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April 2, 2001
Information from The National Osteoporosis Foundation
illustration: National Osteoporosis Foundation logo

By The National Osteoporosis Foundation


  • Osteoporosis, or "porous bone," is a disease characterized by low bone mass and structural deterioration of bone tissue, leading to bone fragility and an increased susceptibility to fractures of the hip, spine, and wrist.


  • Osteoporosis is a major public health threat for more than 28 million Americans, 80 percent of whom are women. In the U.S. today, 10 million individuals already have the disease and 18 million more have low bone mass, placing them at increased risk for osteoporosis.
  • 80% of those affected by osteoporosis are women.
  • In America, 8 million women and 2 million men have osteoporosis, and millions more have low bone density.
  • One in two women and one in eight men over age 50 will have an osteoporosis-related fracture in their lifetime.
  • 10% of African-American women over age 50 have osteoporosis; an additional 30% have low bone density that puts them at risk of developing osteoporosis.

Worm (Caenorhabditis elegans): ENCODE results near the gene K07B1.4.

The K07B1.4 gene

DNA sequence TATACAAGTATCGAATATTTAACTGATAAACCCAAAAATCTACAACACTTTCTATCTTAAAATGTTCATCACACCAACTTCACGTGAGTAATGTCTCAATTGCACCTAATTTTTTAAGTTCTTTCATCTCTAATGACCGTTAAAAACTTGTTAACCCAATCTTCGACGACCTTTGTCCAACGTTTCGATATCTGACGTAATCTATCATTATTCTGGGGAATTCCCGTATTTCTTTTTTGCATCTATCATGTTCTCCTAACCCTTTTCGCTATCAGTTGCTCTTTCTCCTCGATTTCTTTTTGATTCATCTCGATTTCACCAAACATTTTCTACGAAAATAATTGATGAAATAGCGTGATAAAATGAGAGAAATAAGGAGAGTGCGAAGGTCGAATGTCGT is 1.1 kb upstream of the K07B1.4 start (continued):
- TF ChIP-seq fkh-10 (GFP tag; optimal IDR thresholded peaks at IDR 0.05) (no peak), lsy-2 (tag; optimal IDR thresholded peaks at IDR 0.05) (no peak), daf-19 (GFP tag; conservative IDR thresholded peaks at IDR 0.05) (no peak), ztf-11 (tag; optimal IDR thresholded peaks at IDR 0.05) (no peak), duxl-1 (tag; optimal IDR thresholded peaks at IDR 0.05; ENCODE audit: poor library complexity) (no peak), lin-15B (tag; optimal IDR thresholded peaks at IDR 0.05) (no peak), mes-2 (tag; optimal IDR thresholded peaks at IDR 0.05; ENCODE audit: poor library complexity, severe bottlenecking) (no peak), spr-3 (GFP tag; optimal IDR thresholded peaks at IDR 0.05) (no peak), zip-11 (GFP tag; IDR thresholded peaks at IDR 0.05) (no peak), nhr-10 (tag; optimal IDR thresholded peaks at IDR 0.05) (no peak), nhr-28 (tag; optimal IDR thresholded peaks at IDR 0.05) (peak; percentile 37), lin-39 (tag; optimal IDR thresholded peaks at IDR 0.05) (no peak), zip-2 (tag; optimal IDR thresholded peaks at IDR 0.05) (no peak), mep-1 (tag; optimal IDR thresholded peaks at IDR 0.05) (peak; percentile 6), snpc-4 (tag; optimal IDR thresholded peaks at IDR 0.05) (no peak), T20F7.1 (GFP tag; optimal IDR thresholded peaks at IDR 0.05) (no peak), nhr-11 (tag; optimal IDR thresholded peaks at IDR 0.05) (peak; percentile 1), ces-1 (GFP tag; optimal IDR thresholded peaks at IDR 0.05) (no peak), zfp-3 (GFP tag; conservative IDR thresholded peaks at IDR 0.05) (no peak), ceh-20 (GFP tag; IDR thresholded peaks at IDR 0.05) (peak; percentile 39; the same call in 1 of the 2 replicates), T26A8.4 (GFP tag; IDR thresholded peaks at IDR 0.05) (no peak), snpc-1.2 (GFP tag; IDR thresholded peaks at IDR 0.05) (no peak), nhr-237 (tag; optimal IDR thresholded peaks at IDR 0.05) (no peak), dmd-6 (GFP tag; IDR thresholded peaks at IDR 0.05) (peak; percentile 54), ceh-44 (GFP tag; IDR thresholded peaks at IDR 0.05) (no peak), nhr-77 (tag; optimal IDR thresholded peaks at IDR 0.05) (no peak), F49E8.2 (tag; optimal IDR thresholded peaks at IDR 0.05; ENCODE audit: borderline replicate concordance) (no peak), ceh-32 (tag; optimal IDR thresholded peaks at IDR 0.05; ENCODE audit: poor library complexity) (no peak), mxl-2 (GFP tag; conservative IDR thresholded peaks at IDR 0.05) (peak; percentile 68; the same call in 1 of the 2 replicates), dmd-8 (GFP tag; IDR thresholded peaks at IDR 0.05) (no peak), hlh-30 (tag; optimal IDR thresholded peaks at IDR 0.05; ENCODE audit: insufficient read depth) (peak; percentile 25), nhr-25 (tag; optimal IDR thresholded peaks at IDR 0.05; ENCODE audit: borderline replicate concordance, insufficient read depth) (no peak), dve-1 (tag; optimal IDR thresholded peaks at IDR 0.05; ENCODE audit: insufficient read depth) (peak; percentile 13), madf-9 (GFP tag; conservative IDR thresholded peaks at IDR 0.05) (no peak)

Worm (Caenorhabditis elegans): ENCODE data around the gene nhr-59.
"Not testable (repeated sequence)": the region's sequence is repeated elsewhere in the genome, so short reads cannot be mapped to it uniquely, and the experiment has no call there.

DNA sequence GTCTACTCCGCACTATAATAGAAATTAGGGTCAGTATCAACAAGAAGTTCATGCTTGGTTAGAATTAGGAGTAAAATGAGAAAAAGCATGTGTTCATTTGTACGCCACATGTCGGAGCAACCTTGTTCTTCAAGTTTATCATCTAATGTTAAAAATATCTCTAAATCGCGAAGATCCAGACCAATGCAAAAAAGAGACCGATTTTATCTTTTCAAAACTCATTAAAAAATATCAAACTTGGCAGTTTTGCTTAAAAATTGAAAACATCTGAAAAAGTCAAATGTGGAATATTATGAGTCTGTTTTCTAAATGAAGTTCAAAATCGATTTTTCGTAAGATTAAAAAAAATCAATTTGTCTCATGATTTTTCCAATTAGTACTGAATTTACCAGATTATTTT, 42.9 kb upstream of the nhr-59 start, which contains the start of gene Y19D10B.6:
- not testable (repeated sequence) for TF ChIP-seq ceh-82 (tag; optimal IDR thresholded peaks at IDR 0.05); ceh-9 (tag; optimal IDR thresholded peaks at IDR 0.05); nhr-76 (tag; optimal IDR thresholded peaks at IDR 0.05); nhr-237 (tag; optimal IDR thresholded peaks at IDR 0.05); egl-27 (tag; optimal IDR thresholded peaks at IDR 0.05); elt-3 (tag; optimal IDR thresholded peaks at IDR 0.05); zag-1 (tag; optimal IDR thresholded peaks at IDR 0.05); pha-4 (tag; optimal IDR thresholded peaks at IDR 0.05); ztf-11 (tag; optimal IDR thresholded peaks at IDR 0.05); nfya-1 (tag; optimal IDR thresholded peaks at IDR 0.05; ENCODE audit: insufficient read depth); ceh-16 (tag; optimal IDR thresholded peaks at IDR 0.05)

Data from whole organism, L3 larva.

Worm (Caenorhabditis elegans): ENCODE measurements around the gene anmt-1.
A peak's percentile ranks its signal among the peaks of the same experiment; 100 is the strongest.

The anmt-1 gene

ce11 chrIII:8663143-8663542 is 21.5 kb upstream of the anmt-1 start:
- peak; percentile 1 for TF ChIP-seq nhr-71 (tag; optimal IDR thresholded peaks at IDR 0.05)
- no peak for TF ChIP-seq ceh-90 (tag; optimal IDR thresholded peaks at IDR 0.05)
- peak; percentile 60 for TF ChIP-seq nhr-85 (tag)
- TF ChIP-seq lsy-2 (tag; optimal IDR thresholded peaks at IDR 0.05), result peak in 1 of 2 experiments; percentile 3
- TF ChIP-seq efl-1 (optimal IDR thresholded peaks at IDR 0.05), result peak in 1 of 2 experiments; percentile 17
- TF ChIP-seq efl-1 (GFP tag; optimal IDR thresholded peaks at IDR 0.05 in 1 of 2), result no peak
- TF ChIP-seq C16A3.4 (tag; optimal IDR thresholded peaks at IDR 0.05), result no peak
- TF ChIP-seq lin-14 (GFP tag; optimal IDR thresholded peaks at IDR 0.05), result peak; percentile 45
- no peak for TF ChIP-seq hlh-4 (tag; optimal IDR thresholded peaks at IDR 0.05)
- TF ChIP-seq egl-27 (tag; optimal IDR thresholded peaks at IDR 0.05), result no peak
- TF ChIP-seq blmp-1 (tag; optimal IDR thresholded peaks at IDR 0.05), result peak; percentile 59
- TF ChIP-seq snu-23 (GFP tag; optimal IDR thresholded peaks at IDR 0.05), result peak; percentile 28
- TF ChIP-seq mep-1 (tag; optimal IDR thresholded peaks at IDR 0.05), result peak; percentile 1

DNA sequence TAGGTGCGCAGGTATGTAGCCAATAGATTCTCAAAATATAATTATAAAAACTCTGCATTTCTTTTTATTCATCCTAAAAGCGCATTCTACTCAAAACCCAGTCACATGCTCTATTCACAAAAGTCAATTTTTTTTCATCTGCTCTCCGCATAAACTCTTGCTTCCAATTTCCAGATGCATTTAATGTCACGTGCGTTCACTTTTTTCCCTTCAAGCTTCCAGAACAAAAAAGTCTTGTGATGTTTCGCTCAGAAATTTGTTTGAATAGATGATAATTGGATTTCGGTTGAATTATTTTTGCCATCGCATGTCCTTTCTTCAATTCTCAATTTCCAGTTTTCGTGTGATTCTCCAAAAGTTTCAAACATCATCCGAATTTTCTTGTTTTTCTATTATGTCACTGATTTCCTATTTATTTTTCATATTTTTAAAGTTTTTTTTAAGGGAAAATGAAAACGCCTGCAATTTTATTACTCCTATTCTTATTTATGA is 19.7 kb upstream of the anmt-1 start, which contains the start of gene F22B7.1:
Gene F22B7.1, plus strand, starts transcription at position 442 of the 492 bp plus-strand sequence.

• Significant risk has been reported in people of all ethnic backgrounds.
  • While osteoporosis is often thought of as an older person's disease, it can strike at any age.
  • Osteoporosis is responsible for more than 1.5 million fractures annually, including 300,000 hip fractures, approximately 700,000 vertebral fractures, 250,000 wrist fractures, and 300,000 fractures at other sites.


  • The estimated national direct expenditures (hospitals and nursing homes) for osteoporotic and associated fractures were $13.8 billion in 1995 ($38 million each day), and the cost is rising.


  • Osteoporosis is often called the "silent disease" because bone loss occurs without symptoms. People may not know that they have osteoporosis until their bones become so weak that a sudden strain, bump, or fall causes a fracture or causes a vertebra to collapse.
  • Collapsed vertebrae may initially be felt or seen in the form of severe back pain, loss of height, or spinal deformities such as kyphosis, or stooped posture.

Risk Factors

Certain people are more likely to develop osteoporosis than others. Factors that increase the likelihood of developing osteoporosis are called "risk factors." The following risk factors have been identified:

  • Being female
  • Thin and/or small frame
  • Advanced age
  • A family history of osteoporosis
  • Postmenopause, including early or surgically induced menopause
  • Abnormal absence of menstrual periods (amenorrhea)
  • Anorexia nervosa or bulimia
  • A diet low in calcium
  • Use of certain medications, such as corticosteroids and anticonvulsants
  • Low testosterone levels in men
  • An inactive lifestyle
  • Cigarette smoking
  • Excessive use of alcohol
  • Being Caucasian or Asian, although African Americans and Hispanic Americans are at significant risk as well
  • Women can lose up to 20% of their bone mass in the 5-7 years following menopause, making them more susceptible to osteoporosis